Mission. According to the Collins English Dictionary, mission means a strong commitment and sense of duty to do or achieve something, often in a foreign country.
This past September, Broken Earth sent a team of OB/GYN physicians, residents and nurses on a mission to Bangladesh to provide education and training to local health-care providers on high-risk labour and delivery.
Bangladesh is considered one of the poorest countries in the world, with over 24 per cent living under the poverty line, many earning less than $1.90 per day. It’s also one of the most densely populated, with over 160 million people.
“It’s like another world,” says registered nurse Tracey Carter. “When we ventured outside the conference centre, that’s when it really hits you. There are people everywhere, some living on the streets. There’s lanes and lanes of traffic filled with cars, rickshaws and busses and it takes at least two hours to get anywhere. Accessing health-care services is difficult.”
Infant mortality rates in Bangladesh are very high. “Nine out of 10 births happen at home, often with minimally trained practitioners on hand,” says Obstetrics physician, course director and discipline chair, Dr. Atamjit Gill. “As a result, 30 per cent of women who give birth in this country, die of post-partum hemorrhage. Statistics like that are unimaginable to most of us, which is why it’s critical to help where we can.”
This is the team’s second mission to Bangladesh. One of the key educational tools, developed by MUN Med 3D Network, was a 3D printer. It provided cost effective 3D printed molds and models such as uteri, which significantly enhanced the quality of the workshops in that learners could practice their skills on anatomically correct replicas.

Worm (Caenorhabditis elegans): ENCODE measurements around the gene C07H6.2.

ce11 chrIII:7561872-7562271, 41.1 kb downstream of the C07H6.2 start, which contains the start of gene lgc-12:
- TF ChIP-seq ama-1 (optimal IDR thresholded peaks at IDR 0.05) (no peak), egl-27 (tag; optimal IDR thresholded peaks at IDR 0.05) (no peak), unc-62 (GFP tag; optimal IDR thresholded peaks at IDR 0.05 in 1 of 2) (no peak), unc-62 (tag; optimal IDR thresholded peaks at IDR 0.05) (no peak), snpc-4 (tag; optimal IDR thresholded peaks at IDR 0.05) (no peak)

“Simulation-based medicine helps bridge the gap between theory and practice and is an important tool for both medical students and health-care providers. It is also critical in skills maintenance,” says Christine Goudie, designer and research assistant with MUN Med 3D. “This is especially true for high acuity, low occurrence medical emergencies, also called HALOs. These are the types of situations that occur rarely, but when they do, the health-care provider needs to know how to address them. In the case of postpartum hemorrhage, there’s is only one chance to do it accurately. Using these models as training tools will hopefully improve outcomes for women in this country.”
Tracey Carter gave a workshop on the medical management of post-partum hemorrhage using the uteri models. “I demonstrated a technique that was actually developed by a Bangladeshi professor, Syeba Akter – and she was present during the session. It was a little intimidating,” she laughs. “But it’s a great example of how we share information and learn from each other.”
And it’s very important that the education provided, is modified based on the current standards of practice available in Bangladesh.
Neonatal Resuscitation Program (NRP) instructor, Susan White, delivered education sessions based on the principles of the Helping Babies Breathe program. Using preemie and infant manikins, she worked closely with attendees to teach them about what’s known as the Golden Minute.
During the Golden Minute, the most important steps to help a baby breathe are performed. By one minute a baby should be breathing or receiving ventilation. The participants were taught the steps to initiate spontaneous breathing in a newborn that is not breathing, as well as how to provide effective ventilation using a bag and mask, if necessary. Keeping the brain oxygenated is key.